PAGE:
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Want to enter the mind of a Gen Zer? Follow Taco Bell on Twitter.

No, really. Follow them.

Scrolling through the fast food franchise’s feed is like reading through a high school student’s text messages. There are tons of emojis, technicolor photos of colorful slushies and collabs with celebrity YouTubers like Shane Dawson. The brand’s core message promotes fun, youthfulness and emotional connection – retweeting two teens’ prom photo shoot at her local Taco Bell with the caption “Queens of Taco Bell,” highlighting their Live Mas scholarship fund, sharing their favorite playlists and even posting the occasional meme. It’s not enough to know what matters to Gen Z – school, prom, music, food, the latest memes – you have to know how to communicate and package that message in an authentic way, because there’s nothing more uncool than trying to be cool.

Branding to Gen Z

 

 

 

 

 

It all starts with what Taco Bell’s former Senior Manager of Social Strategy Ryan Rimsnider calls “The Cult of Taco Bell.” Back in the early 2000s, the brand cultivated a mass following with a so-called “bro” or “frat boy” tone. As millennials started to age out of Taco Bell’s core demographic, the brand needed to rediscover what was important to today’s youth. The company developed a bold, artistically rendered look complimented by a voice similar to that of a close friend. Gen Z’s desire for brand intimacy and emotional connection, especially on social platforms, has been well-documented. According to analytics compiled by NewsWhip, Gen Zers gravitate toward human interest stories that can be classified as either funny or emotional. Here, NewsWhip uses Taco Bell as an example of brands that are appealing to Gen Zers the right way, again, with another prom photo story.

Strategies for Branding to Gen Z

Clearly, Taco Bell has cornered the market on quirky prom photography. Another selling point is relatability – Gen Zers love to see brands poke fun at their everyday habits and colloquialisms. Taking full advantage of this insight, Taco Bell uses social media to project content that is timely, empathetic, accessible and downright hilarious.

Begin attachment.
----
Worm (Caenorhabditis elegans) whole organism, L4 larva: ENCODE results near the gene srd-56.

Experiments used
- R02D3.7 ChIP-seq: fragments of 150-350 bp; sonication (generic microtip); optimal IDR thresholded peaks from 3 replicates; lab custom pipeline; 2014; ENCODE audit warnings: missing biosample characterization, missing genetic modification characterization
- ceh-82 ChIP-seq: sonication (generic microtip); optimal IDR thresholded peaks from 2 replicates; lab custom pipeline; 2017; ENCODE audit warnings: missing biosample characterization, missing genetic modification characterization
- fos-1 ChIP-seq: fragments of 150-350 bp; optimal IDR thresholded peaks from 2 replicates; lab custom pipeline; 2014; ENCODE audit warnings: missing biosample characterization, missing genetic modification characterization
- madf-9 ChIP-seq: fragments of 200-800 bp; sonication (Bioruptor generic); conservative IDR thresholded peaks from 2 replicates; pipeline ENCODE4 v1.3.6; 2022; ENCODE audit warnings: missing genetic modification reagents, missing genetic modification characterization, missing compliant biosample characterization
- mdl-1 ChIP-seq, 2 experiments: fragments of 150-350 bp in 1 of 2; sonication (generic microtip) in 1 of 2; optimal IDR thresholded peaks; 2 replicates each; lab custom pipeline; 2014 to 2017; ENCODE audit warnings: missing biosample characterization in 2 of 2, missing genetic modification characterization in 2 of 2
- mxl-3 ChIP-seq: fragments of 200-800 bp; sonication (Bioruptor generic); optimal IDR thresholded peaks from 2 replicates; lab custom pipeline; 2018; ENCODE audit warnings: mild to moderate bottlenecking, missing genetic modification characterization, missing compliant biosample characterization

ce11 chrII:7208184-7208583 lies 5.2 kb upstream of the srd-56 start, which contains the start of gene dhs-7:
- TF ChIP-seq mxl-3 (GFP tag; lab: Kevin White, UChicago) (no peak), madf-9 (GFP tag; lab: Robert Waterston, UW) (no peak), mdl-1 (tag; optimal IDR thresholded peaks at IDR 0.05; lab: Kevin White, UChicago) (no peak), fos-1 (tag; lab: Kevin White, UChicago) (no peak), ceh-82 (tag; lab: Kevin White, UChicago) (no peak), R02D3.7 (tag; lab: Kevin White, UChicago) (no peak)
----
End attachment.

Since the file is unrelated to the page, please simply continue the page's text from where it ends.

16,473 retweets and 14,020 likes? Now, that is some serious engagement.

Last but not least, Taco Bell understands how much Gen Z values social justice and empowerment. According to a study conducted by Entrepreneur, “Gen Z appears to be more entrepreneurial, loyal, open-minded and less motivated by money than Gen Y.” The study notes that 60 percent of Gen Z participants “want to have an impact on the world,” listing “social entrepreneurship” as one of their most desired career choices. Taco Bell recognizes and appeals to this sense of social awareness with a variety of initiatives, including the Taco Bell Foundations’ Live Mas scholarship program, which awards students with over $3 million in scholarships.

 

 

 

 

 

 

 

 

 

 

As the marketing agency buzzword of the hour shifts from “millennial” to “Gen Z,” Taco Bell has accomplished what other brands have only hoped to achieve – a fresh, vibrant brand voice that authentically caters to their youthful audience of prospective customers. Appealing to Gen Z customers is something that other brands are taking drastic measures to achieve. In 2016, McDonalds hired 200 new employees to shore up their social media division, expanding their digital marketing branches to locations in Singapore, London and the United States. Why? A report by the Wall Street Journal indicated that only 20 percent of millennials have ever tried a Big Mac, which, at first doesn’t sound like a big deal, but it does point to a larger issue. There is nothing more McDonalds than a Big Mac and, when young people don’t buy into a signature menu item, it could mean they’re not buying into the brand as a whole.

In 2017, Taco Bell announced an ambitious growth plan that would result in $15 billion in annual sales by 2022. In addition to unveiling a sleek “Cantina” restaurant concept and expanding into new markets around the world, the growth strategy included a focus on community and social experiences. These new restaurants would reflect unique aspects of their respective neighborhoods in look and feel, incorporating “local reclaimed elements and artwork.” The brand also plans to finesse their digital efforts to match their customers’ needs, as Rafik Hanna, a Senior Director of Taco Bell’s All Access program revealed, “The key is to make sure everything we are doing has the customer at the focus. You have to answer this question: ‘what is in this for the customer?’ – if you can’t answer that clearly you need to go back to the drawing board.”

Community. Connection. Authenticity. Accessibility. These are all crucial factors to consider when appealing to America’s newest generations of customers – and Taco Bell is becoming synonymous with all of these qualities. Nowadays, it takes more than the occasional social post to win over customers; people need to buy into the whole package – your brand’s look, feel, voice, everything. When a brand genuinely cares, people can feel it. Blame it on the branding or the nacho fries, nothing is coming between Gen Z and their beloved Taco Bell.

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